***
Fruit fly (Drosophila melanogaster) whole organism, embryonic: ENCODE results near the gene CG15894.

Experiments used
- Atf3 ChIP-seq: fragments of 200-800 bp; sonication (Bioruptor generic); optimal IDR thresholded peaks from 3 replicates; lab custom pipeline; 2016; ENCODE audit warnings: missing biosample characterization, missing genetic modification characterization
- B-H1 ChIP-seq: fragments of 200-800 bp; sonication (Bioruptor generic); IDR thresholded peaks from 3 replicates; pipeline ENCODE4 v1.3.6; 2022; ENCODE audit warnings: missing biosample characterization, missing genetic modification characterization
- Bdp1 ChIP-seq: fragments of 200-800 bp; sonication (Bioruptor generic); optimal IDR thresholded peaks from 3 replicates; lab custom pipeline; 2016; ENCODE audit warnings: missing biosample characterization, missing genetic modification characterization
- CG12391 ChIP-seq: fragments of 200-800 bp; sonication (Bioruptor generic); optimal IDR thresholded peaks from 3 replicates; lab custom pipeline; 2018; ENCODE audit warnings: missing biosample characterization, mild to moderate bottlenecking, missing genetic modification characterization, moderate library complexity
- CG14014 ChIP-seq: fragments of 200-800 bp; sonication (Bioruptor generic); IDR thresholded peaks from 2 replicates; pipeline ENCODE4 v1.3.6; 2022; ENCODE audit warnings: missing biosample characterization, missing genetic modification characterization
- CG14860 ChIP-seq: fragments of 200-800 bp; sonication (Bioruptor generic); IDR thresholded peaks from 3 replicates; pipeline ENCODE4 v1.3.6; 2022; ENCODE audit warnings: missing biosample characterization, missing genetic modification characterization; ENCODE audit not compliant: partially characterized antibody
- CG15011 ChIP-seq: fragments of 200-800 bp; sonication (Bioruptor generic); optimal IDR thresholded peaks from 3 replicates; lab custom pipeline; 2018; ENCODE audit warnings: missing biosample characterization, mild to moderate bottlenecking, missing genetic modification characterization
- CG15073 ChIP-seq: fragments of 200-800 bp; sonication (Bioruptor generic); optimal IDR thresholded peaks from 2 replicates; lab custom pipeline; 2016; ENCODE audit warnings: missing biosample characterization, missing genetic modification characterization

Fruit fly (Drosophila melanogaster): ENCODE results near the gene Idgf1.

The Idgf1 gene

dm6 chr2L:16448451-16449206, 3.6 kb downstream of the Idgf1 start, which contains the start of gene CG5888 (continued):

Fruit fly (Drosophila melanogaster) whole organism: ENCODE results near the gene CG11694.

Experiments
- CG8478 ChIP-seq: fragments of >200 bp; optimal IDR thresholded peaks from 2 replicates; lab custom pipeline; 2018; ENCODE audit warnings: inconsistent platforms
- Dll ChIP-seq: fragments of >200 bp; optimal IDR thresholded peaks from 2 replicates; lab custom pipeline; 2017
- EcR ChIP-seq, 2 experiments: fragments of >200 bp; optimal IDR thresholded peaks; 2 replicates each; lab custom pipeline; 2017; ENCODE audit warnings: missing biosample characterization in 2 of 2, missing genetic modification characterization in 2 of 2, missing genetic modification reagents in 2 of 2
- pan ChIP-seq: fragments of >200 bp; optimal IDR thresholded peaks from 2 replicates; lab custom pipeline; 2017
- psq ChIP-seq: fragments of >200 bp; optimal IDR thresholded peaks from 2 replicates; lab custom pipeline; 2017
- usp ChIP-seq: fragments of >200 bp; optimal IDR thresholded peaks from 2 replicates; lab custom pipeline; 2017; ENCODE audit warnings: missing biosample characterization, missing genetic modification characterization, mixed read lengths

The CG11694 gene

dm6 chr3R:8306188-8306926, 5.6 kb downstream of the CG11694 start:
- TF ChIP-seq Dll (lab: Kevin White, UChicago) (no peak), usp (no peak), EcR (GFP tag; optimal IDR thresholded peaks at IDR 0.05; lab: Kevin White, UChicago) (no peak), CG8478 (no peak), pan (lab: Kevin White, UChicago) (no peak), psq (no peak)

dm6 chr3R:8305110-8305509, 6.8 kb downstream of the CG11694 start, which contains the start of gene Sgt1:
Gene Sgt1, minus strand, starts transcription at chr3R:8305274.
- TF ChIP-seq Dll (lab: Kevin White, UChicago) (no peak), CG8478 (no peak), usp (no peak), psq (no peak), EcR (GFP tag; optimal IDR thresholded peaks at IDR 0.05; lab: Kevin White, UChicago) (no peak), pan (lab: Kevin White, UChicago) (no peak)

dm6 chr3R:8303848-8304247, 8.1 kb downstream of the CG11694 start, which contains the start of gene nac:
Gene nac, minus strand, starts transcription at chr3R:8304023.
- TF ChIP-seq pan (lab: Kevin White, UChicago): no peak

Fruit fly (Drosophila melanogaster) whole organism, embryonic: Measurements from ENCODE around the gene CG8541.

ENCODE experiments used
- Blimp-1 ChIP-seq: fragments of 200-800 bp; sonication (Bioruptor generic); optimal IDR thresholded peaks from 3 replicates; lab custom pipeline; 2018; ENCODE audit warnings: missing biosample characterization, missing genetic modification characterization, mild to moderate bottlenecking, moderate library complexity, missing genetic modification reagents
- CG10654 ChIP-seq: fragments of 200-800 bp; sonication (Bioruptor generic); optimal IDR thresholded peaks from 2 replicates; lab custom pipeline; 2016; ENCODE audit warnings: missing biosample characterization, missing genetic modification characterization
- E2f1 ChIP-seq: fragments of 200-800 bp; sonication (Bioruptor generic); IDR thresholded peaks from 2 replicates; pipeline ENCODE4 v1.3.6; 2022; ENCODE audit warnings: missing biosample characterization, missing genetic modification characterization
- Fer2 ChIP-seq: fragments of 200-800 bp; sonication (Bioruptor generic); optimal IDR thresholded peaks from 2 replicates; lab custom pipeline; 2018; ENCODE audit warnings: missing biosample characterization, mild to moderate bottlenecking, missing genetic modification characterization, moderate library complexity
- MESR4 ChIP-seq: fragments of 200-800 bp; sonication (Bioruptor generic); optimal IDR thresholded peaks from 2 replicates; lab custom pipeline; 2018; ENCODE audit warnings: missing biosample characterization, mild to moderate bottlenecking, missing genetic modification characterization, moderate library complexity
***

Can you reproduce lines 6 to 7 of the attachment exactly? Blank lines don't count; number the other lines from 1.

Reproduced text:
- CG12391 ChIP-seq: fragments of 200-800 bp; sonication (Bioruptor generic); optimal IDR thresholded peaks from 3 replicates; lab custom pipeline; 2018; ENCODE audit warnings: missing biosample characterization, mild to moderate bottlenecking, missing genetic modification characterization, moderate library complexity
- CG14014 ChIP-seq: fragments of 200-800 bp; sonication (Bioruptor generic); IDR thresholded peaks from 2 replicates; pipeline ENCODE4 v1.3.6; 2022; ENCODE audit warnings: missing biosample characterization, missing genetic modification characterization